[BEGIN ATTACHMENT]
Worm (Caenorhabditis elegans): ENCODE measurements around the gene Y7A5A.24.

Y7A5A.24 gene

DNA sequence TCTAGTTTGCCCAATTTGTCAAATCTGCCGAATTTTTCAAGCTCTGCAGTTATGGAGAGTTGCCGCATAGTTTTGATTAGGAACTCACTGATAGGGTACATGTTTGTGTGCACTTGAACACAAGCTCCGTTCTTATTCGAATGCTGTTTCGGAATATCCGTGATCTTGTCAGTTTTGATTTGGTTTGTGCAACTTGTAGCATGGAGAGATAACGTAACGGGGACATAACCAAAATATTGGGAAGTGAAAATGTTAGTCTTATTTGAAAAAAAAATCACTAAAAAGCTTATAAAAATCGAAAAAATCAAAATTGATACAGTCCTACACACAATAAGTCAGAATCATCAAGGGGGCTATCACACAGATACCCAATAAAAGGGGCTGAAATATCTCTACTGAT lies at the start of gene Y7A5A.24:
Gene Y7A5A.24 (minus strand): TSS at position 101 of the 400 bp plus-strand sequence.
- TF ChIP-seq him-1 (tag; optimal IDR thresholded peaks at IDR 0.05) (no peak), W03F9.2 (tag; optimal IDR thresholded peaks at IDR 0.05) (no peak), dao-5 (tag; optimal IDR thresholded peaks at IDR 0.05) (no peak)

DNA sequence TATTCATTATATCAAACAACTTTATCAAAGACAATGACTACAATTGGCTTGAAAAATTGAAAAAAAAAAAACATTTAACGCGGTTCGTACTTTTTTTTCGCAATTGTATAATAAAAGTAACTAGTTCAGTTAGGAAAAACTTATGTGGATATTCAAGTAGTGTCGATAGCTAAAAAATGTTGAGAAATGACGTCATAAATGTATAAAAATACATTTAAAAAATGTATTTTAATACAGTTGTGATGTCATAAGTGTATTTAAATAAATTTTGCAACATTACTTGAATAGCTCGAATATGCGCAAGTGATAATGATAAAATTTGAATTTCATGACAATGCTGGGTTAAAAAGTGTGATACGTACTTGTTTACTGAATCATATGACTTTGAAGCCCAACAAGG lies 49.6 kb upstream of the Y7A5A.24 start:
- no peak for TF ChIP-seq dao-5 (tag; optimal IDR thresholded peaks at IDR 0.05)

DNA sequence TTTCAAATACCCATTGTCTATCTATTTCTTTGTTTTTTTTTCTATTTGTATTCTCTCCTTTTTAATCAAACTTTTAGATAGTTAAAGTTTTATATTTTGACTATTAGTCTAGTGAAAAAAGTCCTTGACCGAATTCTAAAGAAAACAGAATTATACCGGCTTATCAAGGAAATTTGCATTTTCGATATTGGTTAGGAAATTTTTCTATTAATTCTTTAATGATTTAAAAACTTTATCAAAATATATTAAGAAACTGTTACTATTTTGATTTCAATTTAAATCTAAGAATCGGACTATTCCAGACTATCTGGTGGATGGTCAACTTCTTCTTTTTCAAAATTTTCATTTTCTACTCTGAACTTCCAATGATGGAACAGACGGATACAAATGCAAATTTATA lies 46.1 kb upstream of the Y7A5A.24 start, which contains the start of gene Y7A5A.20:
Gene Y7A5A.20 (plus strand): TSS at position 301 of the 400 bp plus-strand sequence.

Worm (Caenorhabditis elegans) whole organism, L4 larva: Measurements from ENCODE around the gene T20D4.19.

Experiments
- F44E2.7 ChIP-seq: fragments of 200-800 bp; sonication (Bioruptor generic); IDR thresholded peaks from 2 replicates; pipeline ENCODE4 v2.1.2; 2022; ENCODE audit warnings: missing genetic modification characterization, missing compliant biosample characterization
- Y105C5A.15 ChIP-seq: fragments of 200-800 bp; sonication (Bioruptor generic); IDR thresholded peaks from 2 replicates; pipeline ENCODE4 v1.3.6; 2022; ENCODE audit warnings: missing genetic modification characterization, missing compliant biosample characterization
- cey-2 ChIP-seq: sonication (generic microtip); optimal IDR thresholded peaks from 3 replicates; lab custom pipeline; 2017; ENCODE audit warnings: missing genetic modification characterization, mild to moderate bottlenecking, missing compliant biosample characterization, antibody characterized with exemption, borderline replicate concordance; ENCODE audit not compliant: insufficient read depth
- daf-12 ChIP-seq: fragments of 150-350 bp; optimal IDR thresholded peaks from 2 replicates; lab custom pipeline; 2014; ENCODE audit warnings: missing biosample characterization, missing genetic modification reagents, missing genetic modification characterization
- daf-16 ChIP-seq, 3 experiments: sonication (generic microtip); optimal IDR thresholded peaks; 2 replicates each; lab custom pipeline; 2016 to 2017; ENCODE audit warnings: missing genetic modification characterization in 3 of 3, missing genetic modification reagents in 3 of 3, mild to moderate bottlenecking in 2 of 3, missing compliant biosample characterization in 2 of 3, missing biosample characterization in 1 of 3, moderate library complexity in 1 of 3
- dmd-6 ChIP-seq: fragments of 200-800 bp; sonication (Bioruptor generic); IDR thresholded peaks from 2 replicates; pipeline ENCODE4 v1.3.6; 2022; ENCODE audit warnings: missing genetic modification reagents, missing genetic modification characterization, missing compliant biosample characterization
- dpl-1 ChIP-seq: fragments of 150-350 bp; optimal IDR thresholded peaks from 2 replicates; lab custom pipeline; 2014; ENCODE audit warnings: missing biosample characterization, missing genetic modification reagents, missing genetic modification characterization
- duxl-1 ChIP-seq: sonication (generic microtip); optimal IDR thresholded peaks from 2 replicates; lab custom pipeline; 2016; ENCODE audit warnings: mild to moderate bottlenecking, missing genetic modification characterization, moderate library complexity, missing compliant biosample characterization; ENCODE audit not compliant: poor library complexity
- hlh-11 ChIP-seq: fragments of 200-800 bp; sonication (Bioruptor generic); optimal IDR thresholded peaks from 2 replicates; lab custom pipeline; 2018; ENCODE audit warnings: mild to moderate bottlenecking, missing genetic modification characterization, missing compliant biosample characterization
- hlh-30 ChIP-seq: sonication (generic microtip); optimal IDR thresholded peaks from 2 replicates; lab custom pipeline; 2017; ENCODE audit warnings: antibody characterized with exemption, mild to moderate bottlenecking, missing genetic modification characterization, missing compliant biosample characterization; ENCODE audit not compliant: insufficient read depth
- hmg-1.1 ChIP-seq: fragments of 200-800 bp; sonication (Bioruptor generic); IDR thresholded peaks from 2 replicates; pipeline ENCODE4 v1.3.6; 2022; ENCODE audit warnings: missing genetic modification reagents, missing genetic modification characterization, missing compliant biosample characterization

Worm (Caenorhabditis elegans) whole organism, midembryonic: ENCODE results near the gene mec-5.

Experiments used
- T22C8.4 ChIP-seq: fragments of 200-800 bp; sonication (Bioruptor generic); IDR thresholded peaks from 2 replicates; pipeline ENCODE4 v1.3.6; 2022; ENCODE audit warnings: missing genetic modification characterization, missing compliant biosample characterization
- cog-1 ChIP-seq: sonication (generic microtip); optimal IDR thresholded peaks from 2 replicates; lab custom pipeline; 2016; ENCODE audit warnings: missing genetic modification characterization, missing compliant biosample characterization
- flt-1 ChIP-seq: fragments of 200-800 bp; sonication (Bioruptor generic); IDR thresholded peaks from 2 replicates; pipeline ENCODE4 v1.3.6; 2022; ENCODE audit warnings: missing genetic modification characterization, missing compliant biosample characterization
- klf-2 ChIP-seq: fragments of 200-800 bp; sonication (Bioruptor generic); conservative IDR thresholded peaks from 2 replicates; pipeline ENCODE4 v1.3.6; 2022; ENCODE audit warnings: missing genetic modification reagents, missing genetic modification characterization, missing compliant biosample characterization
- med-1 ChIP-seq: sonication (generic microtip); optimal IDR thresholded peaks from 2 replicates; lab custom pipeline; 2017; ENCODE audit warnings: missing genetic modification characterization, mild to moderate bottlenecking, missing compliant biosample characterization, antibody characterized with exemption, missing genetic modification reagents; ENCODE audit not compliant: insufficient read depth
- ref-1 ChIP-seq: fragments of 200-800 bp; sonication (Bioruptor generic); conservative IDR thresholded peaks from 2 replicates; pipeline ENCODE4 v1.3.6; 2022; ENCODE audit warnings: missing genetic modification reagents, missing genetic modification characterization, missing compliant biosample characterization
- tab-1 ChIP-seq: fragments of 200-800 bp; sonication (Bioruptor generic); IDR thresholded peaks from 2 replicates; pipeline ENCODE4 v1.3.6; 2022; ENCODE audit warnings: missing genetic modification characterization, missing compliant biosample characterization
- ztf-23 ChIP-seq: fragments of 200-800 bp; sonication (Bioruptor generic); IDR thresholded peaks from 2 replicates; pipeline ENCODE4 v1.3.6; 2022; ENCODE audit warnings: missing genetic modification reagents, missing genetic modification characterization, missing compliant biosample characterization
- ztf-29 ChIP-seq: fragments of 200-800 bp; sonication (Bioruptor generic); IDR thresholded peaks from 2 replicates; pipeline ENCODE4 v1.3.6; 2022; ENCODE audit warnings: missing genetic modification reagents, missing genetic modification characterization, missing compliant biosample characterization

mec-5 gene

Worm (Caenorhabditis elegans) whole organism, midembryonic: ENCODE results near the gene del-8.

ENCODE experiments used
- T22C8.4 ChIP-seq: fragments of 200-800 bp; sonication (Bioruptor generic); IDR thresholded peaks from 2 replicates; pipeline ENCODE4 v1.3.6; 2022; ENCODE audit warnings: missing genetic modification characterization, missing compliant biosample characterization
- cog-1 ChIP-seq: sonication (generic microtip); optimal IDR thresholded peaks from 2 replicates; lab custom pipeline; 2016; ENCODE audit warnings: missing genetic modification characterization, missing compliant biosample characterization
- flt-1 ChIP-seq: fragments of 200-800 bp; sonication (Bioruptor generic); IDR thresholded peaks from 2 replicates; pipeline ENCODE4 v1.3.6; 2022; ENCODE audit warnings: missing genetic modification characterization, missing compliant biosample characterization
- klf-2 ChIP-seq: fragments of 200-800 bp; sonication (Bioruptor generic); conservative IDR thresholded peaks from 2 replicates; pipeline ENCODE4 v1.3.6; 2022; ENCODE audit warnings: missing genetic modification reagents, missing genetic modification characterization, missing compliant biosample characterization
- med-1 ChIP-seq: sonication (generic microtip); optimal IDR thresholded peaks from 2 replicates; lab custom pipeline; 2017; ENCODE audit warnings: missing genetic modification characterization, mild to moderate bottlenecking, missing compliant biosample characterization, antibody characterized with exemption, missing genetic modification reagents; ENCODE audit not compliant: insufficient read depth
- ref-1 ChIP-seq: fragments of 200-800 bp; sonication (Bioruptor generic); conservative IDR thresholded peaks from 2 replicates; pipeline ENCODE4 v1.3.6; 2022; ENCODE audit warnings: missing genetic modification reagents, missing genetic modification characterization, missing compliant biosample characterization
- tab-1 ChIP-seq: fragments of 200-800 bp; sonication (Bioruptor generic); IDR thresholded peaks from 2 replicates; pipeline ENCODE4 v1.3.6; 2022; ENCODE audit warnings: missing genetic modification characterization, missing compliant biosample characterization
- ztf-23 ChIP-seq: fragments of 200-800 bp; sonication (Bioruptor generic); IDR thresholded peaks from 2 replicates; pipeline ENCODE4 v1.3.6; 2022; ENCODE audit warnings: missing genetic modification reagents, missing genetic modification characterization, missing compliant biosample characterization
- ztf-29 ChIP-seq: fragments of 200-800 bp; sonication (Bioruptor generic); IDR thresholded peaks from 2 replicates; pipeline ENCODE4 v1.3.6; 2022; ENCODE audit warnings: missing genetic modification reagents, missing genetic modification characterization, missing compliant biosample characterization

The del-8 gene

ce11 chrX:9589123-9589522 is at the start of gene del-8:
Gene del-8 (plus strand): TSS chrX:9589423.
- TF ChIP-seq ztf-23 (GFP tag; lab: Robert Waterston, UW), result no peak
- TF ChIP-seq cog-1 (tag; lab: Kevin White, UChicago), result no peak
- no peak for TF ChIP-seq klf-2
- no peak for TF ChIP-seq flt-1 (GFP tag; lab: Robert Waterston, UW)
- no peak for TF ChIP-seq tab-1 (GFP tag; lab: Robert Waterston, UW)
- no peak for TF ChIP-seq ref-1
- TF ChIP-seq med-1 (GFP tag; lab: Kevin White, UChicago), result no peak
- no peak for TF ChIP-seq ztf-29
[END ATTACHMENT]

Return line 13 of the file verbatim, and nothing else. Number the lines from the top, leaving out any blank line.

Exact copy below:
- Y105C5A.15 ChIP-seq: fragments of 200-800 bp; sonication (Bioruptor generic); IDR thresholded peaks from 2 replicates; pipeline ENCODE4 v1.3.6; 2022; ENCODE audit warnings: missing genetic modification characterization, missing compliant biosample characterization